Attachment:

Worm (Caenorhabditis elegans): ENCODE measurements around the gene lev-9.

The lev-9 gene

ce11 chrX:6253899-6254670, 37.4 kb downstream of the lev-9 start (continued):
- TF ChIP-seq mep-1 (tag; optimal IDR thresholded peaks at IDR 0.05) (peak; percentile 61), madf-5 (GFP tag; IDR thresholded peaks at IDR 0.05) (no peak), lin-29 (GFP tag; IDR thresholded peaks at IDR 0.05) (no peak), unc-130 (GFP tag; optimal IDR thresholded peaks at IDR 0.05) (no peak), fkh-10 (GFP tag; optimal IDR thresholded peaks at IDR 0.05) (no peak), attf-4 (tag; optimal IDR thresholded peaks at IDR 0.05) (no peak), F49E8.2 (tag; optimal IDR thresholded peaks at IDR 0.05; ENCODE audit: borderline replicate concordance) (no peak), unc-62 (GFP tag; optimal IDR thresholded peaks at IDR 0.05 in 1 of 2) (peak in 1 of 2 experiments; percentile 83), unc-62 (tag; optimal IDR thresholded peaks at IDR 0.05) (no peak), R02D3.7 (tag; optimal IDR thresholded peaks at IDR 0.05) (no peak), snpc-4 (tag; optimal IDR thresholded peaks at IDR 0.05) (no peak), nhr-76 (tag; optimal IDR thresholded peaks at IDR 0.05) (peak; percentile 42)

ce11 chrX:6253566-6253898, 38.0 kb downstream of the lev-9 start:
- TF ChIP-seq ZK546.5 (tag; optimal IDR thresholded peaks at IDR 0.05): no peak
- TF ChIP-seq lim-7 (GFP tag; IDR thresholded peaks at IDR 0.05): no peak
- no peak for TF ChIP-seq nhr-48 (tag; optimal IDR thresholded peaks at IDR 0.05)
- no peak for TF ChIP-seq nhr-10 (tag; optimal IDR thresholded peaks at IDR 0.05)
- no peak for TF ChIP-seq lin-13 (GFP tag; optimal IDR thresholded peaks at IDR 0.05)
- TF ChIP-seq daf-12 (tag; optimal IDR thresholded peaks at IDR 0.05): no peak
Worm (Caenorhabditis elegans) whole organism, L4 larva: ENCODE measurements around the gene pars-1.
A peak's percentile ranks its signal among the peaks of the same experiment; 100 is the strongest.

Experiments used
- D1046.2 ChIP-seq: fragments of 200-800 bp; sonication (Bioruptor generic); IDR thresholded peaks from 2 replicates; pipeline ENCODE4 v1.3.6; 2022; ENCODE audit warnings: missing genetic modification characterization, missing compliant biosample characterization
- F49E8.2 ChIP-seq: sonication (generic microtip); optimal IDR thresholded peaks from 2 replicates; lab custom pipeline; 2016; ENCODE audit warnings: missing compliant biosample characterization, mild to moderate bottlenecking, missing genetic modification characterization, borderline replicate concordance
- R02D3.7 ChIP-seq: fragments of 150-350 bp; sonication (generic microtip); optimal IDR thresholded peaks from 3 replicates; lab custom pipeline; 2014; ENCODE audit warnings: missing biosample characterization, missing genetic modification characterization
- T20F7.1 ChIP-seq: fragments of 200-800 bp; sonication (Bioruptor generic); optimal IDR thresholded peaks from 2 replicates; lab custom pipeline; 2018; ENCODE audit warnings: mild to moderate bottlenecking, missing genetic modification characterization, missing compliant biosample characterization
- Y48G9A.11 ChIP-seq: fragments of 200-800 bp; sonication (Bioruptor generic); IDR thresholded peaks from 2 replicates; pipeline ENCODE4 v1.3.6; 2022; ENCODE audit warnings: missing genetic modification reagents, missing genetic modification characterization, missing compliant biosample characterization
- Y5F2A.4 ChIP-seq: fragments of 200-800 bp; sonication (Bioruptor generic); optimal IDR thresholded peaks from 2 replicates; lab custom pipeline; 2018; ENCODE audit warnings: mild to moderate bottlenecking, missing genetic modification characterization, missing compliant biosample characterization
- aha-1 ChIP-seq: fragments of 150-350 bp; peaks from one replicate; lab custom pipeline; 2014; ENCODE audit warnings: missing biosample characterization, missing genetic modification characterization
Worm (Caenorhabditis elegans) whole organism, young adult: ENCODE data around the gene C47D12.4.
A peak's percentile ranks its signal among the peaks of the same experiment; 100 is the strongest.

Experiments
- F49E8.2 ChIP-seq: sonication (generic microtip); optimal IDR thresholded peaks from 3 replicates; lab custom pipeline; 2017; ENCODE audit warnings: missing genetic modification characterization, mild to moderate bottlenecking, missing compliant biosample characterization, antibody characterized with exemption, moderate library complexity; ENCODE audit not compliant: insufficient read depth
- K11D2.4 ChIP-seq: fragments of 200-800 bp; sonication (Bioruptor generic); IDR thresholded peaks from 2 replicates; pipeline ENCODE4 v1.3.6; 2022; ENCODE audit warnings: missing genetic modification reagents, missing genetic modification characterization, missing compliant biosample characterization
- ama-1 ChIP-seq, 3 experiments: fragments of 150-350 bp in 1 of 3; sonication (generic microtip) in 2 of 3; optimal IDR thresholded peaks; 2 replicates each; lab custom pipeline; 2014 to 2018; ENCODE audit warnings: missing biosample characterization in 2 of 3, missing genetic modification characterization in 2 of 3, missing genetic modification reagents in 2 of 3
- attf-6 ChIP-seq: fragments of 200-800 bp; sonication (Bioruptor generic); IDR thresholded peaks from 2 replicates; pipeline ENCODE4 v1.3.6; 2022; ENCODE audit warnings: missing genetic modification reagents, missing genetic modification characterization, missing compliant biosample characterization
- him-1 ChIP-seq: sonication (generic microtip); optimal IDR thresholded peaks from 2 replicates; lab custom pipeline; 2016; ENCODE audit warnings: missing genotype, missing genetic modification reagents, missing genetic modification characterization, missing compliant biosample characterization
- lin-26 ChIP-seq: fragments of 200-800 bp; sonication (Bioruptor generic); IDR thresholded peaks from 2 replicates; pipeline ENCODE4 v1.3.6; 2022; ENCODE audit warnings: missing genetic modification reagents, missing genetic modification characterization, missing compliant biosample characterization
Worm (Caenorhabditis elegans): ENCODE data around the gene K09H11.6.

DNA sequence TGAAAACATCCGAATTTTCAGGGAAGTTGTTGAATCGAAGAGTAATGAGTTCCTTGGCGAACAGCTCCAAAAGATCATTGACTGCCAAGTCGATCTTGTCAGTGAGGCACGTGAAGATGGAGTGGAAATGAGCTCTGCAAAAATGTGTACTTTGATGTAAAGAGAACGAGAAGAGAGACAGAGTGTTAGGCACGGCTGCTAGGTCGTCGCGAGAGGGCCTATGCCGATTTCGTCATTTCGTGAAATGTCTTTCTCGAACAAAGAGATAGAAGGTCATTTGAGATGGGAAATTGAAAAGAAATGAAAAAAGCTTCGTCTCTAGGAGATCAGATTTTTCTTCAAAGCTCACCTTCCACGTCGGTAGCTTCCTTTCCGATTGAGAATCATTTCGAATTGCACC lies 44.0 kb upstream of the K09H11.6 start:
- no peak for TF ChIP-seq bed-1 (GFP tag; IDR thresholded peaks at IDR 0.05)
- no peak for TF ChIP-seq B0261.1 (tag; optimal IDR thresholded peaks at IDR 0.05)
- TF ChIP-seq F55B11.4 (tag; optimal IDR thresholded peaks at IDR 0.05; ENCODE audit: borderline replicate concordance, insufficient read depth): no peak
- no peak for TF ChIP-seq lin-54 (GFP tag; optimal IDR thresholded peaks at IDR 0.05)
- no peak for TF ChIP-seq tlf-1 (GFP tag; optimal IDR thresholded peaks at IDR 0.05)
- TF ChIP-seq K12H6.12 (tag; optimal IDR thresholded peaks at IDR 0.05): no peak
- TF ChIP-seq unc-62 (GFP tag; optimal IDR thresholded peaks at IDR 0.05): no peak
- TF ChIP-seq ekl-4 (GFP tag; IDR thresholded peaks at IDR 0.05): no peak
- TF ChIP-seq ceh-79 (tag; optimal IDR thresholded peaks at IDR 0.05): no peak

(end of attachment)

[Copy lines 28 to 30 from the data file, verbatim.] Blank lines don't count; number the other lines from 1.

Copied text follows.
- attf-6 ChIP-seq: fragments of 200-800 bp; sonication (Bioruptor generic); IDR thresholded peaks from 2 replicates; pipeline ENCODE4 v1.3.6; 2022; ENCODE audit warnings: missing genetic modification reagents, missing genetic modification characterization, missing compliant biosample characterization
- him-1 ChIP-seq: sonication (generic microtip); optimal IDR thresholded peaks from 2 replicates; lab custom pipeline; 2016; ENCODE audit warnings: missing genotype, missing genetic modification reagents, missing genetic modification characterization, missing compliant biosample characterization
- lin-26 ChIP-seq: fragments of 200-800 bp; sonication (Bioruptor generic); IDR thresholded peaks from 2 replicates; pipeline ENCODE4 v1.3.6; 2022; ENCODE audit warnings: missing genetic modification reagents, missing genetic modification characterization, missing compliant biosample characterization